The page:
Player of the Month (#MTGPoM): October
Last week, I listed six nominees for the October Player of the Month and asked players to use the hashtag #MTGPoM to help me narrow down the candidates to find a winner. The discussion broke down into three camps. The first were players strongly advocating for Grand Prix Louisville winner Brian Braun-Duin.
Another camp made the strong and compelling argument that the only thing that should matter in a month where someone wins a Pro Tour is winning a Pro Tour, and that Jérémy Dezani was the de facto winner of the award.
But the third camp was the most vocal and they advocated that the award should not be about any one result but sustained success over the course of the month, which pointed back at the aforementioned Braun-Duin and some other write-in candidates for the award.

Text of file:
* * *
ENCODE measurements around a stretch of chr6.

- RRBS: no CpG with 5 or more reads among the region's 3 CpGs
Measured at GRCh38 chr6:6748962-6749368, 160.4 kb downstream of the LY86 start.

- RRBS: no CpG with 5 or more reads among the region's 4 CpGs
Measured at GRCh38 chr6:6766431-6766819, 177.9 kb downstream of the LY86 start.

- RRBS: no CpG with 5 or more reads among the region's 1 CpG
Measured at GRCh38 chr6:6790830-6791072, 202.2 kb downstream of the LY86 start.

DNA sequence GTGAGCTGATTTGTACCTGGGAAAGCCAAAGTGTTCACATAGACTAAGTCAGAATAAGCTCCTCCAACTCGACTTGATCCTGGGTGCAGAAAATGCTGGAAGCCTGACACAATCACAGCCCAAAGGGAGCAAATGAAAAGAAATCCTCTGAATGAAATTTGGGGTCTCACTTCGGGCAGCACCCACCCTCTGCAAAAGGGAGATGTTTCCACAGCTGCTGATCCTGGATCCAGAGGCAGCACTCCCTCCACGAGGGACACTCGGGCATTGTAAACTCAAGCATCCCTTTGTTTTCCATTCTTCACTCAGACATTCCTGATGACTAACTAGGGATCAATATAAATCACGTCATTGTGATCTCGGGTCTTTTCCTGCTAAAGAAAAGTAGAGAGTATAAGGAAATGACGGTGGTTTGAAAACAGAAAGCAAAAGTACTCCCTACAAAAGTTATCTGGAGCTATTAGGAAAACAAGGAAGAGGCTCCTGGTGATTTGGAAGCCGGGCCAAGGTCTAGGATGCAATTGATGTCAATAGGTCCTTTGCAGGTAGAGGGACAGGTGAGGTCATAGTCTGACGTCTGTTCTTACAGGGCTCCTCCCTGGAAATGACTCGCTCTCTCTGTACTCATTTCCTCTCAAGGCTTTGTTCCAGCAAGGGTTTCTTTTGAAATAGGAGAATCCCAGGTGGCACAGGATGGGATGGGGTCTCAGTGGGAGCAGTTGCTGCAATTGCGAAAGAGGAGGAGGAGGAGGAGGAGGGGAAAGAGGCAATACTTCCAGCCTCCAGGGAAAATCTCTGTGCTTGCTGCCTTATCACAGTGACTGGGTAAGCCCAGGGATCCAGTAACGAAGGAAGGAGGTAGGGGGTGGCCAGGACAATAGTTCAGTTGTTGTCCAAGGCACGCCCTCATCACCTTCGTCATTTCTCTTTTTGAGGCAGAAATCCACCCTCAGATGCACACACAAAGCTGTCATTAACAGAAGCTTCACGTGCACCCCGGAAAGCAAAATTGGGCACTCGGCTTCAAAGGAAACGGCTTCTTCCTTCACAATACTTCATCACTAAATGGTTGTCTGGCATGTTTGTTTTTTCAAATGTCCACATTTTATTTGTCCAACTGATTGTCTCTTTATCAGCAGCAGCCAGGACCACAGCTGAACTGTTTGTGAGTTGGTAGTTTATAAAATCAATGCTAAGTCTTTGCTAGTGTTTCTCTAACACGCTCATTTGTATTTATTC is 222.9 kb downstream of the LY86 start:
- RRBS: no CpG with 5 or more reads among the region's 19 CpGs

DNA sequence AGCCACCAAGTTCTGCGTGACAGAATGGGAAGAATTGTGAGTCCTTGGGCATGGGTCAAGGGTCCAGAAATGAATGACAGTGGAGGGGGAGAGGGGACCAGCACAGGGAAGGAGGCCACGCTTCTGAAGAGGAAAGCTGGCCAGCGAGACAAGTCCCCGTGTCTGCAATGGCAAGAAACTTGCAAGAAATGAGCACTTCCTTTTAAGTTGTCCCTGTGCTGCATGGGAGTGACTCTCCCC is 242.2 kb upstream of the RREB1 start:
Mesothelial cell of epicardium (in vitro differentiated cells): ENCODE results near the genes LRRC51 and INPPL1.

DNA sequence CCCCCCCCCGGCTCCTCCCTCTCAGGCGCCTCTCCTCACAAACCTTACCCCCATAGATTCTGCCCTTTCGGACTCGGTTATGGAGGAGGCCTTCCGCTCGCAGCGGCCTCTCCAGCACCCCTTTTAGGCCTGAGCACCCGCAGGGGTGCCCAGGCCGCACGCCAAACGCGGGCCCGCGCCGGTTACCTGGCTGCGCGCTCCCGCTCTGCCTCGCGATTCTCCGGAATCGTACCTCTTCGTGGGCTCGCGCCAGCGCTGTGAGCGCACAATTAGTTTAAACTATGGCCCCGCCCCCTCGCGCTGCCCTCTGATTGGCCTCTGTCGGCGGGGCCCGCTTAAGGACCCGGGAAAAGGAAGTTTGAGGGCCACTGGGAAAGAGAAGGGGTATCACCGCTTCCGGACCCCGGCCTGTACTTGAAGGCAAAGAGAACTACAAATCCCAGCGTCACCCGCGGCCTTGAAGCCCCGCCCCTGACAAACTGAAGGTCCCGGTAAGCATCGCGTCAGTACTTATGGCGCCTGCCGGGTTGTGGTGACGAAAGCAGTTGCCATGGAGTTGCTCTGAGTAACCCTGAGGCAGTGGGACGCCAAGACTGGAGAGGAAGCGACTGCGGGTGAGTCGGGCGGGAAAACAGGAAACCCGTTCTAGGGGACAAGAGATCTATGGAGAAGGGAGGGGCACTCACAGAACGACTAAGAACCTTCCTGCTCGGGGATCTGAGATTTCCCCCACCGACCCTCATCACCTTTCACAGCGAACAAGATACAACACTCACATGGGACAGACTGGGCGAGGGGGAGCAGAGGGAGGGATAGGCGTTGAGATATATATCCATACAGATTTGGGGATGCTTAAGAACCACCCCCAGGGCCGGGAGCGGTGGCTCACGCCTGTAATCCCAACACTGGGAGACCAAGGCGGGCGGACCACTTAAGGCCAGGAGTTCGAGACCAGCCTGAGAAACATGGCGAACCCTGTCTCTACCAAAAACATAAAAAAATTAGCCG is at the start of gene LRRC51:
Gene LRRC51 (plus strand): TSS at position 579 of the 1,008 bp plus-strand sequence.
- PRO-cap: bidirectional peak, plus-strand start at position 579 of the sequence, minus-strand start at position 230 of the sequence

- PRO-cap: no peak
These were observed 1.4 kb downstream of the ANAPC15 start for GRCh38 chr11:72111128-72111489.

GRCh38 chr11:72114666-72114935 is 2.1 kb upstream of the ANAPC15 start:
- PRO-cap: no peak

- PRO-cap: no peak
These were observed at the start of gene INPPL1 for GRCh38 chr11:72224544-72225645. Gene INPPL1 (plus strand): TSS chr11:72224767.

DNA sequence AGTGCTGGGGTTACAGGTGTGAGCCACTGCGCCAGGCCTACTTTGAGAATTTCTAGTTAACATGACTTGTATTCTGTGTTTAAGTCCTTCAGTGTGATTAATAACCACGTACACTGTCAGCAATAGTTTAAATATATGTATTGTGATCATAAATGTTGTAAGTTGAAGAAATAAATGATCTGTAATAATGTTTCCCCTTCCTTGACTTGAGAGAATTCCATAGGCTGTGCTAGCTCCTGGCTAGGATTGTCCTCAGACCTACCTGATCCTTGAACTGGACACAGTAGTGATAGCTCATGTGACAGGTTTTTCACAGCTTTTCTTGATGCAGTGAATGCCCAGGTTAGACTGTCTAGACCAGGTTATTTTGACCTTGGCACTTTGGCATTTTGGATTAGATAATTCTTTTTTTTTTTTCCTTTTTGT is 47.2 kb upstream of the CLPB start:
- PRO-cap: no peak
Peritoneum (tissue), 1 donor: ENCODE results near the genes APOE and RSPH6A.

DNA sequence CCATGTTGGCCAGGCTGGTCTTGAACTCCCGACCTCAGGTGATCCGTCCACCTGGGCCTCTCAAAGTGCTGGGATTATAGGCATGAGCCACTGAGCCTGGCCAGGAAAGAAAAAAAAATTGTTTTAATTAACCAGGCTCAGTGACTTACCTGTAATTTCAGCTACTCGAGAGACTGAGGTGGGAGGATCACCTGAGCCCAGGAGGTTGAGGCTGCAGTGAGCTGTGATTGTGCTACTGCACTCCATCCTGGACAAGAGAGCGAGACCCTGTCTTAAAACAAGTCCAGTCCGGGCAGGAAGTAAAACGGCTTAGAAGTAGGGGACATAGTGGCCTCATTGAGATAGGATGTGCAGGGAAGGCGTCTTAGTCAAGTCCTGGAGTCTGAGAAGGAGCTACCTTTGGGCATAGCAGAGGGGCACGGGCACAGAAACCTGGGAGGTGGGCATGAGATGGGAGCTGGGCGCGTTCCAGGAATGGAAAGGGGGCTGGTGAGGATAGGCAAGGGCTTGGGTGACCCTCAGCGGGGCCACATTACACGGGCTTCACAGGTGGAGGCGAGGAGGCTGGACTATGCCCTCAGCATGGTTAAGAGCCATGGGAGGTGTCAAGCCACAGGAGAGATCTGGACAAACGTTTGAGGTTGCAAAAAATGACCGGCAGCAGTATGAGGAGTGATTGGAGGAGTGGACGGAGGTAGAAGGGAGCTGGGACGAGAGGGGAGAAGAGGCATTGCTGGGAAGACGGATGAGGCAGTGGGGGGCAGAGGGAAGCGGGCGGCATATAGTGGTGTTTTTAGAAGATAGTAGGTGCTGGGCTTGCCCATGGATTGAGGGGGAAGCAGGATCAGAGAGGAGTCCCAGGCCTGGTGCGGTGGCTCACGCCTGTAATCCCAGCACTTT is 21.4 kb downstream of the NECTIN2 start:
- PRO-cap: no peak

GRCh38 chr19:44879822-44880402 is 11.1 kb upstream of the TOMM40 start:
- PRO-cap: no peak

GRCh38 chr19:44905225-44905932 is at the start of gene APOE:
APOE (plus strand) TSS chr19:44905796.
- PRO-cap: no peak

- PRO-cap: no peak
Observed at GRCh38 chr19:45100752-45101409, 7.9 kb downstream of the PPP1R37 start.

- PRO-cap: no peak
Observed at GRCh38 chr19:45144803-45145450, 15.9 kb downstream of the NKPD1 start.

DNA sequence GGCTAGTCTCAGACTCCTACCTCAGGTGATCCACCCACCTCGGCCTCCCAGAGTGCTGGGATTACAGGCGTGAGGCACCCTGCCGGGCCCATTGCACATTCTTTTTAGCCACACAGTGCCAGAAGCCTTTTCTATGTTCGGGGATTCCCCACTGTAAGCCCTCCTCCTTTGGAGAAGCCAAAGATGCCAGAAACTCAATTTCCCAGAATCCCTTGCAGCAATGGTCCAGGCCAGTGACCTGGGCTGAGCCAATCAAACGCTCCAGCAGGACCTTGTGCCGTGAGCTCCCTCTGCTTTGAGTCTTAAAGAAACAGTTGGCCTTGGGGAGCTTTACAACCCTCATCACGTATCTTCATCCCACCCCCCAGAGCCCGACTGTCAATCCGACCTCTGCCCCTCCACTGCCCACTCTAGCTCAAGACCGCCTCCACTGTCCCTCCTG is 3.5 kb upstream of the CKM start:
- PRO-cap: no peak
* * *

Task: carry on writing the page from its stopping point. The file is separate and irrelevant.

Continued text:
I have to admit that coming into the process for this month I was leaning toward the second school of thought. After all, only a relatively small number of all Magic players have ever won a Pro Tour, and it is the goal of every player who has ever breathed a competitive breath. Click this link to reveal the October Player of the Month.
Join the ongoing conversation using the #MTGPoM hashtag and tell me what you think about the decision. And don't forget to chime in, in a couple of weeks, when we do it all over again.
Brian David-Marshall is a New York–based game designer who has been involved with Magic since 1994, when he started organizing tournaments and ran a Manhattan game store. Since then, he has been a judge, a player, and one of the longest-tenured columnists on DailyMTG.com, as he enters his second decade writing for the site. He is also the Pro Tour Historian and one of the commentators for the Pro Tour.